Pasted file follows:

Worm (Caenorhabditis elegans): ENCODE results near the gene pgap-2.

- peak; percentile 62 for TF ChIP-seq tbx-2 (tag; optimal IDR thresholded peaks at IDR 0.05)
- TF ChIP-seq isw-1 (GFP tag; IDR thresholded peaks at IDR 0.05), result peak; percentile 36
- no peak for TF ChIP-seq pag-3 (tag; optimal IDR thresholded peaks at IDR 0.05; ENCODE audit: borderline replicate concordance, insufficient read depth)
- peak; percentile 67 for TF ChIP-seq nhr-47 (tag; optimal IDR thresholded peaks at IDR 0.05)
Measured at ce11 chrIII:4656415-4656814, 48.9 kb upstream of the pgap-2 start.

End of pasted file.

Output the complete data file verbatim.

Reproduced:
Worm (Caenorhabditis elegans): ENCODE results near the gene pgap-2.

- peak; percentile 62 for TF ChIP-seq tbx-2 (tag; optimal IDR thresholded peaks at IDR 0.05)
- TF ChIP-seq isw-1 (GFP tag; IDR thresholded peaks at IDR 0.05), result peak; percentile 36
- no peak for TF ChIP-seq pag-3 (tag; optimal IDR thresholded peaks at IDR 0.05; ENCODE audit: borderline replicate concordance, insufficient read depth)
- peak; percentile 67 for TF ChIP-seq nhr-47 (tag; optimal IDR thresholded peaks at IDR 0.05)
Measured at ce11 chrIII:4656415-4656814, 48.9 kb upstream of the pgap-2 start.